Ancient Viking Runestone Warns Of ‘Extremely Ominous’ Climate Change, New Discovery Reveals

Published January 9, 2020

After more than 1,000 years of debate, researchers believe they've finally solved the mystery of the world's longest runestone inscription, a Viking slab that describes the real-life Ragnarok apocalypse in the form of cataclysmic climate change.

Rok Runestone

Wikimedia CommonsThe Rok runestone’s inscriptions, which contain allusions to catastrophic climate change.

The Rok (or Rök) stone, unearthed in the ninth century near Sweden’s Lake Vattern, holds the longest runic inscription in the world. The 700-plus runes (early Germanic symbols) covering all five of the stone’s sides were previously believed to have been dedicated to a fallen young man as well as a number of Viking battles, but researchers now believe the messages warned of dire climate change instead.

According to Science Alert, both the famous runestone’s missing chunk and its varying forms of writing have long left scholars unsure about its exact meaning. They do know that the inscriptions refer to “Theodoric,” who some experts believe is Theodoric the Great, the sixth-century ruler of the Ostrogoths in modern-day Italy.

However, the latest theory states that the apocalyptic language on the stone refers not to devastating battles, but to catastrophic climate change instead. Researchers from three Swedish universities believe that the stone contains remembrances of extreme climate change in the past as well as a warning of a similar event to come.

“The inscription deals with an anxiety triggered by a son’s death and the fear of a new climate crisis similar to the catastrophic one after 536 CE,” the authors wrote in the study published by Uppsala University.

Inscriptions On The Rok Runestone

University of GothenburgThe Rok runestone dates to the ninth century, is the longest runic inscription in the world, and marks the beginning of Swedish literature.

Archaeological research has shown that, from the years 536 to 550, Scandinavia indeed suffered an immense climate crisis.

When numerous volcanoes erupted, regional temperatures dropped drastically. This, in turn, led to staggering crop failures, subsequent hunger, and mass deaths. Things were so bad that official estimates say the entire Scandinavian Peninsula’s population dropped by 50 percent or more.

The experts involved in this study believe that stories of this destructive event were passed down through the generations — even influencing Norse mythology — and memorialized in objects like the Rok stone.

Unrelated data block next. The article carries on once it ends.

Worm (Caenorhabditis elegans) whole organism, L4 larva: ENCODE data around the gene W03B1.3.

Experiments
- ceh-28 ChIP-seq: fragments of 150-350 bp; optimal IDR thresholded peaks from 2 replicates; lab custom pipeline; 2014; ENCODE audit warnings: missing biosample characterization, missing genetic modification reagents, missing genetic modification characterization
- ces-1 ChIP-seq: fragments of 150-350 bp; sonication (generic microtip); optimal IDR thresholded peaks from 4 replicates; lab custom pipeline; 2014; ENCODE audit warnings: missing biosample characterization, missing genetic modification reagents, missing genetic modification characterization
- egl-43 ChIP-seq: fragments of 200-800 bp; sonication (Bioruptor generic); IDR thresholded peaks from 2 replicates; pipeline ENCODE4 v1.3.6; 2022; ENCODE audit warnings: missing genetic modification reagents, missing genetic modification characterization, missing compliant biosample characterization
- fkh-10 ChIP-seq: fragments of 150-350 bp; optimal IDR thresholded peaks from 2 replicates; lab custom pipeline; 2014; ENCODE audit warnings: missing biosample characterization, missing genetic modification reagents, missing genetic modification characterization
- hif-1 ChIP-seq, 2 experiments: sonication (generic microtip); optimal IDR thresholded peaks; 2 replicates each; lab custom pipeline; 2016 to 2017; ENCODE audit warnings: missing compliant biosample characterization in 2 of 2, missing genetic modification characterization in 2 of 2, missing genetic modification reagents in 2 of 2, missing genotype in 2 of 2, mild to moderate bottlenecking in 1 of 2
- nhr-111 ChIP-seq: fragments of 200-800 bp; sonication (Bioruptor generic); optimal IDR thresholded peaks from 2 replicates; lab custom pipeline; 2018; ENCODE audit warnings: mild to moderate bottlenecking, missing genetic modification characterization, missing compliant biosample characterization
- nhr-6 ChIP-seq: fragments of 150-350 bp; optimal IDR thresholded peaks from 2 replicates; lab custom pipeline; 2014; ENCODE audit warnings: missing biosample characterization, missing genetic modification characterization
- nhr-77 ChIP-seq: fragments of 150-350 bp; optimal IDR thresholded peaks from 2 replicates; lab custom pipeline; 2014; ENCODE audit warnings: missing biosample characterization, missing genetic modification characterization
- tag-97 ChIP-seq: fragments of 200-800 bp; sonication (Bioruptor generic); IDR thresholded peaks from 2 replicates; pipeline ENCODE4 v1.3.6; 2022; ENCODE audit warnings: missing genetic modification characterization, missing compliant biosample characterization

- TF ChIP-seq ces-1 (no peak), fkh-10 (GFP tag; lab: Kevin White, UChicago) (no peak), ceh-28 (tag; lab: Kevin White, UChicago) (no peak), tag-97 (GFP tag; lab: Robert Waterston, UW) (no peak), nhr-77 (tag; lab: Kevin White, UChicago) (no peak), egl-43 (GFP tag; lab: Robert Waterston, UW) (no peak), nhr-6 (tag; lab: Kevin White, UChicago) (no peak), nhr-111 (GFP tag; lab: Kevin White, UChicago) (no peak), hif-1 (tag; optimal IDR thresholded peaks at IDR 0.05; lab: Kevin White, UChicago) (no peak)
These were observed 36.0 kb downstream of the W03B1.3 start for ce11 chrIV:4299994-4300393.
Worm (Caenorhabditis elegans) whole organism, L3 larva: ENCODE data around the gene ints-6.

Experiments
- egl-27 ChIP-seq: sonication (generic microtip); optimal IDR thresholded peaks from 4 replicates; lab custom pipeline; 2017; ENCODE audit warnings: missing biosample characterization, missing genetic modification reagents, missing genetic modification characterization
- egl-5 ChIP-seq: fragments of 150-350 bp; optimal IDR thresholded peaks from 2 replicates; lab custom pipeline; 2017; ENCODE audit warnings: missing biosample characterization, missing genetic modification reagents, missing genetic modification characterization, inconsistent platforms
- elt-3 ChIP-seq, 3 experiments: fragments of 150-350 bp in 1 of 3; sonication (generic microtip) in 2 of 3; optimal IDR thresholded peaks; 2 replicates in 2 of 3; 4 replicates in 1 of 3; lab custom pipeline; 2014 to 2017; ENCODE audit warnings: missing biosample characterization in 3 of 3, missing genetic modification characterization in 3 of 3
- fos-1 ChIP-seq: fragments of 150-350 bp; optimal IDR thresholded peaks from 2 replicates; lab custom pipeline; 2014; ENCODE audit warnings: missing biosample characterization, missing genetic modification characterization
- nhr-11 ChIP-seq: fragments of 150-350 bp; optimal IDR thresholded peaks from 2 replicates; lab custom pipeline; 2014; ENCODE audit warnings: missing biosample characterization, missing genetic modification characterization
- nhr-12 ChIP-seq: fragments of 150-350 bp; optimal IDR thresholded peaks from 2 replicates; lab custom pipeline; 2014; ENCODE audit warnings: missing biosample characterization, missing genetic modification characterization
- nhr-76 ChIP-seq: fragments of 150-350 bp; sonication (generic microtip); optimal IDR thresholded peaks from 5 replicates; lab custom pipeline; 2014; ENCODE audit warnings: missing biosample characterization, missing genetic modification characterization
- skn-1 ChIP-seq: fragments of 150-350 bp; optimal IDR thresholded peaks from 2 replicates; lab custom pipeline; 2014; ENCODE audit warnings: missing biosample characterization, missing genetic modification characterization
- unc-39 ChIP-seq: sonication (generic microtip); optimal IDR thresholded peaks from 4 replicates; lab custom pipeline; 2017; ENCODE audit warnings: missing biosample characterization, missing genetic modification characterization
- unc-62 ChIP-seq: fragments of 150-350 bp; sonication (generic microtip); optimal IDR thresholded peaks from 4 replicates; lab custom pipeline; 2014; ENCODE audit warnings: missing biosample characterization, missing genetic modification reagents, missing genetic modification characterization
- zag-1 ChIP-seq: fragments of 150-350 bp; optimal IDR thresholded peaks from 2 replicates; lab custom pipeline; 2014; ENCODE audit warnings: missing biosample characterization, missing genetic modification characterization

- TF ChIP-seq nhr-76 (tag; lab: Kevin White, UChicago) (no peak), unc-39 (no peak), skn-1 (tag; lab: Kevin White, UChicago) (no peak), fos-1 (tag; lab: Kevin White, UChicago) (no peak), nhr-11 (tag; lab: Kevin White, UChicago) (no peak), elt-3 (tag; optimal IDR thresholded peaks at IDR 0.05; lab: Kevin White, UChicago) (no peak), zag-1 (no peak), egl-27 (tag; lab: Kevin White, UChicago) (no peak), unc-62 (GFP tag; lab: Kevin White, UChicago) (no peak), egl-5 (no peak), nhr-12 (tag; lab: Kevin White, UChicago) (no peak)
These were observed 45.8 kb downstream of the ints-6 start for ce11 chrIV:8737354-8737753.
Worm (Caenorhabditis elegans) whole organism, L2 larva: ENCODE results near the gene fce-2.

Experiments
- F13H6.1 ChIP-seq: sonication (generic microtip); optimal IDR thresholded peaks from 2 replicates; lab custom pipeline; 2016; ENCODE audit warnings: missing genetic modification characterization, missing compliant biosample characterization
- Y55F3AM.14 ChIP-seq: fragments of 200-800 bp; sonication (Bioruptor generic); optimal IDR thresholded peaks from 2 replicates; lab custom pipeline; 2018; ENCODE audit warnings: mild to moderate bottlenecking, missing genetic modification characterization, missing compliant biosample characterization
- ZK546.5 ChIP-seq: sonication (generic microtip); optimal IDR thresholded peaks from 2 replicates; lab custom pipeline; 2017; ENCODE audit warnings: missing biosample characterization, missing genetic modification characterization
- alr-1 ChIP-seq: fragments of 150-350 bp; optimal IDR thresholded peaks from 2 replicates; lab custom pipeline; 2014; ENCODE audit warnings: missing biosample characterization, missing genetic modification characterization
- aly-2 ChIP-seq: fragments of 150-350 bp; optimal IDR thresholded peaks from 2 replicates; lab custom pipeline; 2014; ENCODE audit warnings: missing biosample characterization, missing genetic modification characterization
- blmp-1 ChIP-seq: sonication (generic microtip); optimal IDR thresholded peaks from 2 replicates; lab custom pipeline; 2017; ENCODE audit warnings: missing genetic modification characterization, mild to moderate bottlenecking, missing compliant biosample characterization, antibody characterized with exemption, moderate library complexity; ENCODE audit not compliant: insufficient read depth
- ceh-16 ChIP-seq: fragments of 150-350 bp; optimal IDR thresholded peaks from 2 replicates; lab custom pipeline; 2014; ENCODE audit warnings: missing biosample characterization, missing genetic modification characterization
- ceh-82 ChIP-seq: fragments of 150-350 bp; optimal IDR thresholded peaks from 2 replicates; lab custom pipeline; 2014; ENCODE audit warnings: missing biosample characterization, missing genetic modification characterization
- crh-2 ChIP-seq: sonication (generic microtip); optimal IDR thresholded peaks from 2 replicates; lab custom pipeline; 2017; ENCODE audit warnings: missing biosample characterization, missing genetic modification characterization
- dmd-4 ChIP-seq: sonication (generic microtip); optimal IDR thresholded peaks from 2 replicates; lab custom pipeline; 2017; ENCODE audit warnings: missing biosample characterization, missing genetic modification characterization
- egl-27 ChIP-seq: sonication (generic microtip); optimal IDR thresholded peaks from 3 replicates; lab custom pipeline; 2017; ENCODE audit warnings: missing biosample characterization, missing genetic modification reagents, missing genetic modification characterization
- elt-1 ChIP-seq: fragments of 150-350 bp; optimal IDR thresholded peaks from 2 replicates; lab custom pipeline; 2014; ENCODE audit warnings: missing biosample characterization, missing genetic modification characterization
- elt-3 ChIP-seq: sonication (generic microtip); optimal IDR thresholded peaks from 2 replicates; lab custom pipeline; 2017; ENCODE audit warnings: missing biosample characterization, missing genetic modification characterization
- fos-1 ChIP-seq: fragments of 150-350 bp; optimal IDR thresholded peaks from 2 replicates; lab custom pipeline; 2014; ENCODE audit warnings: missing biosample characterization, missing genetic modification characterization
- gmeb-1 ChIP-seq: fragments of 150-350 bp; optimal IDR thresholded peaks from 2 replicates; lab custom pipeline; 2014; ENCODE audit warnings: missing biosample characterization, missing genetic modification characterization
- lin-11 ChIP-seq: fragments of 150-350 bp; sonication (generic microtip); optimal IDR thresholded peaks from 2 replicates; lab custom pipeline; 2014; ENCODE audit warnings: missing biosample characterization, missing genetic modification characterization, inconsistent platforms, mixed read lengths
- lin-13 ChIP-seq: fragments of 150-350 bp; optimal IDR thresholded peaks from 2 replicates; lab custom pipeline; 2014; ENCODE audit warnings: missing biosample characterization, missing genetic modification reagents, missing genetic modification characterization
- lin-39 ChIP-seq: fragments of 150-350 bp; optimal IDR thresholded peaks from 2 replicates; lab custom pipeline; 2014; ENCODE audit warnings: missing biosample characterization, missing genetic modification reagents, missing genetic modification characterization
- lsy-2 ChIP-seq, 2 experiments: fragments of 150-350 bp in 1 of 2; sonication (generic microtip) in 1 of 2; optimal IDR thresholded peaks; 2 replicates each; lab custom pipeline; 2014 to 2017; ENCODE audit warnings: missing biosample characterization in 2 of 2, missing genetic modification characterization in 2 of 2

“Before the Rok runestone was erected, a number of events occurred which must have seemed extremely ominous,” said Bo Graslund, professor in archaeology at Uppsala University and co-author of the paper.”

“A powerful solar storm colored the sky in dramatic shades of red, crop yields suffered from an extremely cold summer, and later a solar eclipse occurred just after sunrise. Even one of these events would have been enough to raise fears of another ‘Fimbulwinter.'”

His cultural allusion here is in reference to “The Great Winter” in Norse mythology. That final, fatal season was believed to herald the arrival of Ragnarok — a series of deadly events that would climax in the end of civilization.

Rok Runestone's Discovery Site

Wikimedia CommonsThe Rok runestone now sits underneath a roof by a church near where it was first discovered.

While these warnings may indeed by the contents of the runes, this has long been debated. While all of the hundreds of runes are entirely legible — despite the fact that they’re more than a millenium old — they’re not precisely decipherable. But the researchers behind the new paper do beleive they’ve know solved the mystery.

“The key to unlocking the inscription was the interdisciplinary approach,” Per Holmberg, University of Gothenburg professor in Swedish and lead researcher said. “Without these collaborations between textual analysis, archaeology, history of religions and runology, it would have been impossible to solve the riddles of the Rok runestone.”

Next, read about the Georgia Guidestones and their instructions on surviving in a post-apocalyptic world. Then, learn some of the most interesting Viking facts that reveal the mysteries of one of history’s most misunderstood civilizations.

Marco Margaritoff
A former staff writer for All That’s Interesting, Marco Margaritoff holds dual Bachelor's degrees from Pace University and a Master's in journalism from New York University. He has published work at People, VICE, Complex, and serves as a staff reporter at HuffPost.
Austin Harvey
A staff writer for All That's Interesting, Austin Harvey has also had work published with Discover Magazine, Giddy, and Lucid covering topics on mental health, sexual health, history, and sociology. He holds a Bachelor's degree from Point Park University.